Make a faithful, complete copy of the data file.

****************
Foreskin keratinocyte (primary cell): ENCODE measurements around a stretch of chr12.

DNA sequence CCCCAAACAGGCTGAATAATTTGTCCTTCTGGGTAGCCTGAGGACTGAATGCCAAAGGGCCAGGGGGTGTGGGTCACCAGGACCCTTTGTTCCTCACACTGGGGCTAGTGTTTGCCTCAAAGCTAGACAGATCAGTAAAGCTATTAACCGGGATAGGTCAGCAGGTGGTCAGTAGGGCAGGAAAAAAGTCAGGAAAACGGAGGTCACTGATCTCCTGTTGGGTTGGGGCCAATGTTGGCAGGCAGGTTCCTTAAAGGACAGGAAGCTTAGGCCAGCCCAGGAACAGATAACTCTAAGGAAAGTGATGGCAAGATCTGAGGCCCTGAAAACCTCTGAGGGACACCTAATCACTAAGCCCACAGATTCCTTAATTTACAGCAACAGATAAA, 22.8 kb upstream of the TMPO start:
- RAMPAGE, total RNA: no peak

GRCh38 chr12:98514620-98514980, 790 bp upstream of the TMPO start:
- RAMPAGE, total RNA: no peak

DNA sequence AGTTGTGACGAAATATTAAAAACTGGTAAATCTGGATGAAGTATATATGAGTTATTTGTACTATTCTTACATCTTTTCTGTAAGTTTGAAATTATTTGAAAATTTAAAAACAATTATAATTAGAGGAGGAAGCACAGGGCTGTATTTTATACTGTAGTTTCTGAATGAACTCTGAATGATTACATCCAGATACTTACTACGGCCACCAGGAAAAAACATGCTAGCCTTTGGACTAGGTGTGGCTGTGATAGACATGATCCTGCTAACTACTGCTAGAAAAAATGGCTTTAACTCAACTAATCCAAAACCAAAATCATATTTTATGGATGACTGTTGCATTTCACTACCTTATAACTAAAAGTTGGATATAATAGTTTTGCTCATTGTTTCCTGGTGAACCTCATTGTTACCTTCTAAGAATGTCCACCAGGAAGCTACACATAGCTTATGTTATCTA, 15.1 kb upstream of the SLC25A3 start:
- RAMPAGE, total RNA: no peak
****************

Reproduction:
Foreskin keratinocyte (primary cell): ENCODE measurements around a stretch of chr12.

DNA sequence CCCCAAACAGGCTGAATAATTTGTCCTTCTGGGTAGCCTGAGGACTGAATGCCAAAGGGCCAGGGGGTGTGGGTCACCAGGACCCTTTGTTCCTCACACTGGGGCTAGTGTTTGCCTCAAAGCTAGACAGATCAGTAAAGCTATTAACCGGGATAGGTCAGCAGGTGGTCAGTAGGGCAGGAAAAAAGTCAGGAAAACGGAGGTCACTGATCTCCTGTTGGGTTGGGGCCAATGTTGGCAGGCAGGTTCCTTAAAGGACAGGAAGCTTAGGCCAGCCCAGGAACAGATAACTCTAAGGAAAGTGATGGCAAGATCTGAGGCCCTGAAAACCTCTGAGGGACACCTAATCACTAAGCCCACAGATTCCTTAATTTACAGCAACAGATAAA, 22.8 kb upstream of the TMPO start:
- RAMPAGE, total RNA: no peak

GRCh38 chr12:98514620-98514980, 790 bp upstream of the TMPO start:
- RAMPAGE, total RNA: no peak

DNA sequence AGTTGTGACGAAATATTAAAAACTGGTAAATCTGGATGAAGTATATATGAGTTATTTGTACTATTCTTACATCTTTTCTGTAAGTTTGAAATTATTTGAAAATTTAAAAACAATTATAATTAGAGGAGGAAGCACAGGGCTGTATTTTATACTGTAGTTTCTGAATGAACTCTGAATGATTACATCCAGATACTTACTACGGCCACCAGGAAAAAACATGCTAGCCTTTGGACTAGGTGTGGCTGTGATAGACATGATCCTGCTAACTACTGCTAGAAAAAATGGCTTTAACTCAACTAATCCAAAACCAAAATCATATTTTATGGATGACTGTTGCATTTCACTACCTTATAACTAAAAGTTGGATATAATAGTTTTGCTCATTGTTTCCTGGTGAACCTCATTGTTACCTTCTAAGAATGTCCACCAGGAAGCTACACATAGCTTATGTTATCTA, 15.1 kb upstream of the SLC25A3 start:
- RAMPAGE, total RNA: no peak